The paper co-authored by Lanphere, "Stability and Transport of Graphene Oxide Nanoparticles in Groundwater and Surface Water," was published in a special issue of the journal Environmental Engineering Science.

Other authors were: Sharon L. Walker, an associate professor and the John Babbage Chair in Environmental Engineering at UC Riverside; Brandon Rogers and Corey Luth, both undergraduate students working in Walker's lab; and Carl H. Bolster, a research hydrologist with the U.S. Department of Agriculture in Bowling Green, Ky.

Walker's lab is one of only a few in the country studying the environmental impact of graphene oxide. The research that led to the Environmental Engineering Science paper focused on understanding graphene oxide nanoparticles' stability, or how well they hold together, and movement in groundwater versus surface water.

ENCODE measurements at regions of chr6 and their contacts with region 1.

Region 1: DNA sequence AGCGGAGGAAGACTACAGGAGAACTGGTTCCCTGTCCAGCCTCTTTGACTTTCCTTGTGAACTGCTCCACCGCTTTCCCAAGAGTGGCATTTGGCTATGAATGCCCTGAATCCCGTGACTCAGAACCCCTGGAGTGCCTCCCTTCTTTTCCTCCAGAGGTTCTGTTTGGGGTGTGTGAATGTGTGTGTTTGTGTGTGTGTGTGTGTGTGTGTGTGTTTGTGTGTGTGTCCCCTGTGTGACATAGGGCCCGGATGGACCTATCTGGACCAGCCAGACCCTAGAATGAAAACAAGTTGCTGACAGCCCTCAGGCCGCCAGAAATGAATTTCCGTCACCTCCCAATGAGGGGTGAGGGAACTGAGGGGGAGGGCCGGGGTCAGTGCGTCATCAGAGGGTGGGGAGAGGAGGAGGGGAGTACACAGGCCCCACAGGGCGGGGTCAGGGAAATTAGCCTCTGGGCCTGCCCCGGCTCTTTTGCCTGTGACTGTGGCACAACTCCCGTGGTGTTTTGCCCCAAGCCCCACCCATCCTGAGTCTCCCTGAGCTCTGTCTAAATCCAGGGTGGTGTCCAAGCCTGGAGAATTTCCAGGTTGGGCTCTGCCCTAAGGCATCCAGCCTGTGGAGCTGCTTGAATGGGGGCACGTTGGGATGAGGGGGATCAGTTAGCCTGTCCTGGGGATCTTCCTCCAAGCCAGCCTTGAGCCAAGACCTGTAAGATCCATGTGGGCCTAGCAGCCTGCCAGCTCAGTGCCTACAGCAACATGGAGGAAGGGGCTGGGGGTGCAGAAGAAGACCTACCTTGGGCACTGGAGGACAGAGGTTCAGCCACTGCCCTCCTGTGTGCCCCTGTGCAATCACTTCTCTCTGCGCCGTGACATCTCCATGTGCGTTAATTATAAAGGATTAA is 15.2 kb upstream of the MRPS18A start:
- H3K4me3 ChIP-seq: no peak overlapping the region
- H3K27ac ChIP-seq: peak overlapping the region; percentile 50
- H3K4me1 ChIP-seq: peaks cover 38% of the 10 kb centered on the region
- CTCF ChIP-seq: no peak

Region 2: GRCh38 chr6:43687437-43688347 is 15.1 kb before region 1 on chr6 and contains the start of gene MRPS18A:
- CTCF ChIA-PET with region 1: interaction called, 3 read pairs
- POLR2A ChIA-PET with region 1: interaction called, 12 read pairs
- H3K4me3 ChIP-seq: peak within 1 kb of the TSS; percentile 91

The researchers found significant differences.

In groundwater, which typically has a higher degree of hardness and a lower concentration of natural organic matter, the graphene oxide nanoparticles tended to become less stable and eventually settle out or be removed in subsurface environments.

In surface waters, where there is more organic material and less hardness, the nanoparticles remained stable and moved farther, especially in the subsurface layers of the water bodies.

The researchers also found that oxide nanoparticles, despite being nearly flat, as opposed to spherical, like many other engineered , follow the same theories of stability and transport.

Explore further: Hybrid nanotube-graphene material promises to simplify manufacturing

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24volts